Photo Credit: Robert Mayer/USA TODAY SPORTS
As the season approaches, fans and media have begun to dissect the remains and additions of this year’s roster while wondering where everybody should be placed. The most important question to many, of course, is how the top two lines stack up.
But in asking that, it’s possible that we’re looking into a less-than-optimal situation if we’re limiting the Leafs to a top-six, bottom-six team. Perhaps, with the coming injection of youth, the team should be looking towards more of a top-nine, bottom-three layout.
The logic behind a Top 9
One doesn’t have to spend much time splitting the atom to plead the case for running three lines instead of two. Obviously, the level of talent on your roster has to match (aka, you need at least a Top Six with no undeserving players), but once you hit that point, the philosophy comes with its incentives.
- A third threatening trio makes line matching much harder for your opponents. The common train of thought is that playing against weaker opponents makes your life easier, your odds of having the opportunity to consistently match against anyone are very slim. If your team has the depth to stand spread its skill across lines without leaving the top groups too weak to compete, you set yourself up for more opportunity to get a skilled line out against the opposition’s closer-to-replacement level talent.
- Short-term stamina comes into play. By spreading minutes over the course of a game, you ensure that your most capable forwards still have gas left in the tank in late-game situations, which could come key in close-score situations, be it in defending a lead, attempting to come back, or, in the case where you’d most need it, in overtime.
- Spreading even-strength minutes also ensures that your more special-teams oriented players aren’t over-worked in a game where the referees lean in on the whistle with a bit more lung-weight than usual.
- There’s also a long-term benefit too. By decreasing the high-intensity bursts over the course of the season, you minimize wear and tear on players. This ensures that your talent is as effective in April as they were in October, and can do wonders in helping prevent certain injuries.
- While there’s still some debate about the strategy, there is some belief that teams might be best off with a “displacer” flanking one of the wings; a legitimately capable forward who excels on the forecheck and along the boards to restore and maintain possession in situations that would otherwise lead to an opposing breakout. We had a post along those lines after the Matt Martin signing; I don’t know if I totally feel that Martin is a skilled enough displacer to play with the team’s most skilled forwards, but you look at players like James van Riemsdyk and Leo Komarov and you can see the potential for using that layout.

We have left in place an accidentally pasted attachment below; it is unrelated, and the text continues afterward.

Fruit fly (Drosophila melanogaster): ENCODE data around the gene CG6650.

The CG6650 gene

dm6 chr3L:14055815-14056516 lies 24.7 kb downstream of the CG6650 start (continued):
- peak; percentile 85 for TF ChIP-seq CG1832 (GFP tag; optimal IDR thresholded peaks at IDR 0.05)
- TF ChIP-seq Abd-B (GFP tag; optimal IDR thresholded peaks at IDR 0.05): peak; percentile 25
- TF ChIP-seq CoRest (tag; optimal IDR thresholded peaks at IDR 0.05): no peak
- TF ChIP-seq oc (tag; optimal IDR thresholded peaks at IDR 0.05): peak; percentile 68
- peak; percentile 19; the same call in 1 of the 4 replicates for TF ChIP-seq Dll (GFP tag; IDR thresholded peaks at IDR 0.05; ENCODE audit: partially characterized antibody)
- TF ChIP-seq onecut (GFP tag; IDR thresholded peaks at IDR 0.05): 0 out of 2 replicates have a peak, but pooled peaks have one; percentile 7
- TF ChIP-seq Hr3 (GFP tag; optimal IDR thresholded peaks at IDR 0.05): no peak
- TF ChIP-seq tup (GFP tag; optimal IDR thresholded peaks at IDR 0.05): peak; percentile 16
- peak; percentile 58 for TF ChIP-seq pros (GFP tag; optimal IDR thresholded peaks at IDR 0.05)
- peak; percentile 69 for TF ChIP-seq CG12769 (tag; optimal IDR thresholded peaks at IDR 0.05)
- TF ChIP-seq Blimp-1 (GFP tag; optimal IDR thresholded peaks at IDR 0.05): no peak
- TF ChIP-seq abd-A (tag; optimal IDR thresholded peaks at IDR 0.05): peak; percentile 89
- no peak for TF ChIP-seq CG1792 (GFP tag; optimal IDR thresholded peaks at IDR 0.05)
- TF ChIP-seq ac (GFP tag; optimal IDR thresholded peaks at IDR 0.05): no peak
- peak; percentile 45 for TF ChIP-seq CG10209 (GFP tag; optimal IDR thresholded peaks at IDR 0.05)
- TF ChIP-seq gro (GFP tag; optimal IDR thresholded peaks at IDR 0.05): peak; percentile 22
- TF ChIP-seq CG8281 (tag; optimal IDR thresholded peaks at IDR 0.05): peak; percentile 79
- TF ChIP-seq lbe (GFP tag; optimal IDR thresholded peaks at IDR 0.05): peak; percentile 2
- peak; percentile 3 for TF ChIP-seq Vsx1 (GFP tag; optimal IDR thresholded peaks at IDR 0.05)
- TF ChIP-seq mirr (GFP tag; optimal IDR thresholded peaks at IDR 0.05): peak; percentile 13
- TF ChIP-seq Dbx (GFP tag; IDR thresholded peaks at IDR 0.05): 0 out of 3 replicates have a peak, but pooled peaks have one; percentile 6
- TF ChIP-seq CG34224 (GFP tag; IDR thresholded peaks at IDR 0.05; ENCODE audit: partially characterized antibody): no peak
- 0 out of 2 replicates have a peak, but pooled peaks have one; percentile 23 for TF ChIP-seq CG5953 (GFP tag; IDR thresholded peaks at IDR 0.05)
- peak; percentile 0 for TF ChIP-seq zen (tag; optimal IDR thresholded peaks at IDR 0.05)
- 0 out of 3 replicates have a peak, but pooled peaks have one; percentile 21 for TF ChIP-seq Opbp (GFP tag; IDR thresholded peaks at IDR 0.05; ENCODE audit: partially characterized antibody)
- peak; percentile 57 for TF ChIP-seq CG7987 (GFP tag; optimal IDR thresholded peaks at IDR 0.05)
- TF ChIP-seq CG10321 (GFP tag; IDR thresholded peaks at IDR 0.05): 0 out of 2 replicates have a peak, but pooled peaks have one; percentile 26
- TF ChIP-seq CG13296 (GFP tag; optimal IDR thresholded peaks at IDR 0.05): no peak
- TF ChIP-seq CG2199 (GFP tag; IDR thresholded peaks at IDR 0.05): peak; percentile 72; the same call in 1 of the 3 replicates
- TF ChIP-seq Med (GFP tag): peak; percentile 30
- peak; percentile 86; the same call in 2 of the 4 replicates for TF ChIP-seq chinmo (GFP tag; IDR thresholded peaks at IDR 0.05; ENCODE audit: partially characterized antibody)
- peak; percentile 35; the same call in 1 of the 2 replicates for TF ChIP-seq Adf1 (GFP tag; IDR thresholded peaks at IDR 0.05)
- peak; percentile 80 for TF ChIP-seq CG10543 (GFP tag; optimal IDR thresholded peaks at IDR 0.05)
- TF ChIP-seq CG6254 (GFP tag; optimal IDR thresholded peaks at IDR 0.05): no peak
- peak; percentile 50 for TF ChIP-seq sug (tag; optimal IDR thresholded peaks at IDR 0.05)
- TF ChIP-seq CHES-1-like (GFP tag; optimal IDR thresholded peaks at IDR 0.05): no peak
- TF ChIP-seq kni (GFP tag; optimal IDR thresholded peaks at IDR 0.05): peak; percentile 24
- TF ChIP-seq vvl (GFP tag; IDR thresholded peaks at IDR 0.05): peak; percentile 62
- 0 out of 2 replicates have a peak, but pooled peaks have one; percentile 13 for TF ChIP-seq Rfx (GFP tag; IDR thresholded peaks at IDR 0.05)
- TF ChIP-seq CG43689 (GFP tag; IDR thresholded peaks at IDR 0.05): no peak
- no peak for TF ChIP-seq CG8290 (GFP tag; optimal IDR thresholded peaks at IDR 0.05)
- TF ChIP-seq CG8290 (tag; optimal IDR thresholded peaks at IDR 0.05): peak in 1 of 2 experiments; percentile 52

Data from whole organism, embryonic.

Around the League
Out of curiosity, I looked at the minutes that the league’s nine highest-scoring teams at 5-on-5 gave their forwards. Specifically, I wanted to see what percentage of an average game’s even strength time teams were giving their first, second, third, and fourth lines. Here’s what I came up with.
|Rk||Team||1st FWD||3rd FWD||6th FWD||9th FWD||12th FWD|
|2||New York Rangers||32.07||28.03||27.56||24.16||22.32|
|7||New York Islanders||34.31||28.91||26.66||24.44||21.28|
|9||Tampa Bay Lightning||33.23||30.05||29.52||26.34||22.56|
The players who ate up huge shares of their teams’ ice time weren’t shocking; they were the superstars big enough to break out of typical usage to be double-shifted into big situations, or stay on for extra time at the conclusion of a powerplay or penalty kill. Players who played 33% or more of their team’s even strength minutes in an average game included Alex Ovechkin, Tyler Seguin, Sidney Crosby, John Tavares, Johnny Gaudreau, and Steven Stamkos.
After that, though, you see an interesting thing; most of these teams are pretty good about spreading their minutes. Only Dallas (89.6%) and Washington (89.9%) don’t give at least 90% of the third-most used forward’s ice time to their sixth-most used, and only Florida (84.3%) doesn’t give at least 85% of the sixth-most used forward’s minutes to their ninth-most used.The Rangers, Stars, and Flames all break 87% in that regard, the Bruins and Lightning break 89, and the Islanders hit a whopping 91.7%.
What’s key is that while these are some of the most skilled teams in the league, it isn’t just a matter of pure overflow. The star players might be at the top, but you can see some degree of talent spreading; things like Andre Burakovsky’s jump to Washington’s second line, Rick Nash playing with a bevy of different talents with the Rangers, Mattias Janmark playing with Jason Spezza and Valeri Nichushkin in Dallas while Ales Hemsky hangs out on the third line… you can hit pretty much every team on this list and find a similar scenario.